Frontline health workers from Sub-Saharan Africa share the reality of the current COVID surge

Dear Samantha,

After more than a year of intensive service on the frontlines of the pandemic, HEAL Initiative fellows from Liberia, Malawi, Uganda and Rwanda are facing yet another deadly surge of COVID-19 in their regions.

In a recent update, HEAL Fellows and Alumni Drs. Emmanual Bua, Wellars Dusingizimana, Savior Mendin, and George Talama voice their valuable perspectives and insights on how this wave of COVID infections and coordinated response efforts have been remarkably different at both a personal and systemic level.

Hear from HEAL Fellows

Health workers across the globe are facing uncertainty, burnout and working tirelessly in deeply difficult contexts to save the lives of their patients. At times their patients are our friends and families who we want to receive the best medical care, from health professionals who are healthy and protected. Yet, even now, not all global health workers have access to vaccines.

This week, the Biden Administration prepares to offer booster shots for all vaccinated Americans. This will greatly worsen the deep vaccine inequity we are seeing across the world. Rich countries have taken 80% of the vaccine supply and are positioned to receive a third dose when our colleagues and patients around the world remain extremely vulnerable.

At HEAL, we stand by the World Health Organization’s stance that we must vaccinate 10% of all countries by September 30th before even considering boosters. 10% is a very conservative and low number. Delaying vaccination of the world is causing evolutionary pressure on the virus and increasing the odds of future variants.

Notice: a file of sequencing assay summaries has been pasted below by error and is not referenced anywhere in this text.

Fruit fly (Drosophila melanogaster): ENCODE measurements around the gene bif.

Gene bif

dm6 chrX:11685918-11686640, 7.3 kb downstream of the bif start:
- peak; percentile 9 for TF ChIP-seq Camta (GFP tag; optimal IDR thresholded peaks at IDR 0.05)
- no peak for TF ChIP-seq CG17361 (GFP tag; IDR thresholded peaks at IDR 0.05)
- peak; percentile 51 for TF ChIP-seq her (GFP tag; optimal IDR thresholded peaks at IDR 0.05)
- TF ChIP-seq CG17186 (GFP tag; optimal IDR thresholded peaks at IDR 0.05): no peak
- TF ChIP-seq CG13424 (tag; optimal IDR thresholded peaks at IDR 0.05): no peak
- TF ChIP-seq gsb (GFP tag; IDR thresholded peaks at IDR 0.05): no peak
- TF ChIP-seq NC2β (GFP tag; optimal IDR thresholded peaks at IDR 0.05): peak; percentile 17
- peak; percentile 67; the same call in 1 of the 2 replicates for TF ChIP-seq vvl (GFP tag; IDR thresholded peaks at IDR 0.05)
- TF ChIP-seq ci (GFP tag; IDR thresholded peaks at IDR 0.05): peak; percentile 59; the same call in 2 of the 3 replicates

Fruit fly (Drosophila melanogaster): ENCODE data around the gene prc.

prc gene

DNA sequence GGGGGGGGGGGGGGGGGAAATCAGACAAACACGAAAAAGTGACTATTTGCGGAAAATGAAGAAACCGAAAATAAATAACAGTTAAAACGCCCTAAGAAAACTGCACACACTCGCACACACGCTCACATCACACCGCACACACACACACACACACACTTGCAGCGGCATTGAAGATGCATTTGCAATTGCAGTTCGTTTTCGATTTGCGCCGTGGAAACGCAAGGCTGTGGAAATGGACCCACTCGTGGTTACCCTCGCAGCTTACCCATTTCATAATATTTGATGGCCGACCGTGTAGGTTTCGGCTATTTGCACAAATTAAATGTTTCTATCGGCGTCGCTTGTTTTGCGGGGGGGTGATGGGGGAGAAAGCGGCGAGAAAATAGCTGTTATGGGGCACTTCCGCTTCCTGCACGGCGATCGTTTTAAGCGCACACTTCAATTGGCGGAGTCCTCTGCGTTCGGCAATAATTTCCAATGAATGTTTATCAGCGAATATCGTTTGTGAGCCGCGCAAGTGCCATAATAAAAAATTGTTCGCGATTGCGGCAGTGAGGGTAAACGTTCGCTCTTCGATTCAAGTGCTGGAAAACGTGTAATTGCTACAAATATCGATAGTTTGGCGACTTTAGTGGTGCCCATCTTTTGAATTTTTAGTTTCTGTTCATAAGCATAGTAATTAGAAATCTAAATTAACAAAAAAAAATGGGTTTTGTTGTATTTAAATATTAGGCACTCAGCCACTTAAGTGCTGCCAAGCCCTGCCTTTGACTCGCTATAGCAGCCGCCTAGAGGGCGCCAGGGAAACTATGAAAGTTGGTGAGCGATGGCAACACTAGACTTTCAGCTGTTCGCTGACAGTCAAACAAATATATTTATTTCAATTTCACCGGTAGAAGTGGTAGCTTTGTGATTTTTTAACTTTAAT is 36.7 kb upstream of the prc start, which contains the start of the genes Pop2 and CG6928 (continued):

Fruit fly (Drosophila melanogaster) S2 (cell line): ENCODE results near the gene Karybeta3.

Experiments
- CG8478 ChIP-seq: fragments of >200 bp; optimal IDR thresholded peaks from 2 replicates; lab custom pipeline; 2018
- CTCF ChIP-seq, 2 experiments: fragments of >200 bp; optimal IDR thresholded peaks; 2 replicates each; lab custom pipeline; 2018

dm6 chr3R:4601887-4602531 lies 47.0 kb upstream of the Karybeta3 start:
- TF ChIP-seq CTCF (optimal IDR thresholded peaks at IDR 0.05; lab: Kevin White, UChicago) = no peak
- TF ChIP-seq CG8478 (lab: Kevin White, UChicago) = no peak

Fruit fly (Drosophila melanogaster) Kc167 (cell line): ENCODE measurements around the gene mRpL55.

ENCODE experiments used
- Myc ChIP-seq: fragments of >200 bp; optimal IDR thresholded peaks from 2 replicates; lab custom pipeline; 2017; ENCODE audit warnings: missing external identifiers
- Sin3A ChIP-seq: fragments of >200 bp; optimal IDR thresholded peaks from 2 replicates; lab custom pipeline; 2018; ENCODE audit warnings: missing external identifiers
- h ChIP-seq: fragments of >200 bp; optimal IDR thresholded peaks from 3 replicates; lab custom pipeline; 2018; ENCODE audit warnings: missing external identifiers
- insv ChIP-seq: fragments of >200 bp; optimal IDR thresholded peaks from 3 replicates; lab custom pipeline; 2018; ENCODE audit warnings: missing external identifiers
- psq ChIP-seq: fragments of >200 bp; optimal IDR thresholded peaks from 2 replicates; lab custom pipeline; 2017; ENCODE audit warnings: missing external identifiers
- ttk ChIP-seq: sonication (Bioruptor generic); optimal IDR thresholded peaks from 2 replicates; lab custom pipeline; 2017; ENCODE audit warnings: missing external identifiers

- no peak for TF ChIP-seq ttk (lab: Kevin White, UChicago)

In this critical moment, HEAL fellows remind us that change is possible and it's happening now. Read more on our blog to hear 3 ways that you can move in solidarity with frontline health workers across the globe in this critical time.


Sri and The HEAL Team

HEAL Fellow and Alumni Updates


Dr. Wellars Dusingizimana, HEAL Alumni, Site Fellow at Inshuti Mu Buzima/Partners in Health, Rwanda

“It has been so long with this pandemic which started in Rwanda sporadically in early 2020. Surges happening then were not causing much panic. Now, the current surges of the Delta variant are killing more people, of all ages, and damaging the lungs so early. Rwandan response efforts have been intensified, with a marathon to vaccinate, reinforce district hospitals, educate the population and enforce regional lockdowns where COVID is surging.”

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Dr. George Talama, HEAL Alumni, Site Fellow at Abwenzi Pa Za Umuyo/Partners in Health, Malawi

“Hospitals in Malawi were unprepared in the first wave. Now there have been big changes and much improvement. Staff is trained, they know what to do when there is a patient with COVID, there are screenings and health facilities that are more resourced by government and donors, and services are being offered routinely. We are normalizing the situation.

The pandemic has helped us as a country to wake up in terms of being prepared, putting resources into our health facilities."

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Dr. Savior Mendin, HEAL Alumni, Site Fellow at Last Mile Health, Liberia

“Personally, I feel a lot more confident to continue to serve as a health worker because I am fully vaccinated. Hopefully many of my colleagues feel the same. I am hopeful that we will continue to look beyond vaccine hesitancy and prioritize vaccine availability in settings like Liberia."

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Dr. Emmanuel Bua, HEAL Fellow 2021 Cohort, Site Fellow at Busitema University/Mbale Regional Referral Hospital, Uganda

“I am learning to be innovative. I am beginning to ask myself how best my work can fit in all these scenarios. How I can be of value and influence even as we face uncertainty. I am reminded everyday that part of my duty as a doctor is to advocate for my patients in moments like these.”

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Holding Haiti in our hearts

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Read HEAL's open letter on the crisis in Haiti and our efforts to support our partners, colleagues and friends.

For those who are able, we recommend donating to the below organizations:

  • Equal Health Provides support to Haitian medical students and nursing students working on social medicine in Haiti and is organizing a mutual support fund for the current crisis


Educate yourself about the conditions that created today's crisis.


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